The United States and China are waging a PR war, using funding for the World Health Organization as a proxy battlefield. On Monday, at a WHO meeting, President Xi Jinping of China announced that his country would be funding the group to the tune of $2 billion over the next two years, as well as sending doctors and medical supplies to Africa. According to The New York Times, his generosity was understood by American officials to be a message beyond charity: Xi, the newspaper contends, wants to buy enough global goodwill to deflect rising criticism of his country’s coronavirus response and curtail demands for an investigation into the genesis of the pandemic. President Trump, meanwhile, is eager for a rousing election year message and leading the charge to blame China.
“In China, after making painstaking efforts and sacrifice, we have turned the tide on the virus and protected lives,” Xi said at Monday’s forum. “We have done everything in our power to support and assist countries in need.” Trump has by contrast vilified the world health agency, and Xi's donation is more than twice the amount of funding that Trump withdrew from the organization.
After Xi’s announcement, Trump posted a letter to Dr. Tedros Adhanom Ghebreyesus, the director of the WHO, on Twitter. In it, he doubles down on his criticism of the organization, noting its “alarming” close ties to China. “It is clear the repeated missteps by you and your organization in responding to the pandemic have been extremely costly for the world,” Trump wrote. He said that he will permanently end U.S. funding for the health organization unless it can “commit to substantive improvements within the next 30 days.” Although he did not outline what changes would be required for the U.S. to retain membership in the WHO, Trump did specify that “the only way forward for the World Health Organization is if it can actually demonstrate independence from China.”
However, experts told Vox that Trump’s blame game deflects from United States culpability. Prior to the pandemic, the United States gave 10 times more funding than China to the WHO, which begs the question of why China is any more responsible than we are for any failings the organization may have made in the pandemic’s early days.
In fact, continued dependence on Chinese funding seems far more likely for the organization, especially since Xi doubled the United States’ prior commitment. The funds are just part of China's ongoing attempts to position itself as a global leader, filling in the power vacuum left by Trump’s antipathy towards global institutions. This is a dynamic that precedes the current pandemic; over the past decade, China has lent billions of dollars to fund infrastructure projects in 70 developing countries as part of its Belt and Road Initiative, an ambitious exercise in using soft power to exert influence and topple the United States from its perch atop the global order.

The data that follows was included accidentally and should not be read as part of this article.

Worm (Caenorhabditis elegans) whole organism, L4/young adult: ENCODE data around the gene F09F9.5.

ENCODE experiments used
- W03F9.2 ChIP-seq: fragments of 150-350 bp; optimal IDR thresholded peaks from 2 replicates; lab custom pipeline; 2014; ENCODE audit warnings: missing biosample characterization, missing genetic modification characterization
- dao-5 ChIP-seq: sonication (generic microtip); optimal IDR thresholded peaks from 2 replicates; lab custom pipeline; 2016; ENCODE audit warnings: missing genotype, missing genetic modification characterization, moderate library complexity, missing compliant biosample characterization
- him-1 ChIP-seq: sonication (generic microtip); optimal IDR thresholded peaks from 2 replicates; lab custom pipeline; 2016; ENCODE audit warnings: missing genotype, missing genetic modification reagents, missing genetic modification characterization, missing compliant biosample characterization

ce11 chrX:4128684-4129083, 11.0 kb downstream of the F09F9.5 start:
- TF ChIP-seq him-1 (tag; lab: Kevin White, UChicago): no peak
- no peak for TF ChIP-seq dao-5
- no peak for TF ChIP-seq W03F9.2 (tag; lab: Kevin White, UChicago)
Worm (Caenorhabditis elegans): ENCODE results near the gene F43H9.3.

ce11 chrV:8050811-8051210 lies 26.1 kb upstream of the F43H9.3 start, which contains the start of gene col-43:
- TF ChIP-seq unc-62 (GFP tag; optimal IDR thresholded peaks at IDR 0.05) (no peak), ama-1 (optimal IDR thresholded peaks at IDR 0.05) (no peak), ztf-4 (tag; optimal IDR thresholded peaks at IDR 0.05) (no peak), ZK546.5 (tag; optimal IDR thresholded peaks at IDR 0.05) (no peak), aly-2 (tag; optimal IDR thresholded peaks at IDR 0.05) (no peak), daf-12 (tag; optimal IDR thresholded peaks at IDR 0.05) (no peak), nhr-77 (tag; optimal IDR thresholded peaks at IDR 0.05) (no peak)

Now, that project is reeling as poor nations struggle to repay their loans, and China has become the target of a vicious backlash over its perceived coverup of COVID-19. Over 100 countries have joined on to a resolution, sparked by demands from Australia, which called for an "impartial, independent, and comprehensive evaluation" of the World Health Organization’s “coordinated international health response to COVID-19." While this resolution does not specifically name China (in order to encourage a broader range of countries to sign on, according to CNN) it is widely interpreted as calling for a probe into how the country allowed the virus to spread initially.
Last week, China's ambassador to the U.K., Liu Xiaoming, said that the country was willing to allow such a probe, with certain conditions. "We're open, we are transparent, we have nothing to hide, we have nothing to fear,” he said. “We welcome an international, independent review, but it has to be organized by the WHO."
In other words, China is only open to an investigation by the same body it’s now pumping full of money. It’s understandable why many countries, including the United States, may be critical of the country’s perceived attempts to use the WHO as a shield to prevent oversight.
At the same time, the United States pulling back from an organization like the WHO to make a political point seems like a potentially dangerous avenue to go down, with coronavirus continuing to cost lives and a vaccine many months away at a minimum. And it’s a clearly political attempt to cast blame elsewhere, distracting from the harsh fact that 100,000 Americans have died as a result of the Trump administration’s lethargic, bungled response to the pandemic. In the middle of the world’s worst crisis in a generation, superpowers treating the WHO as a political football does not feel especially healthy.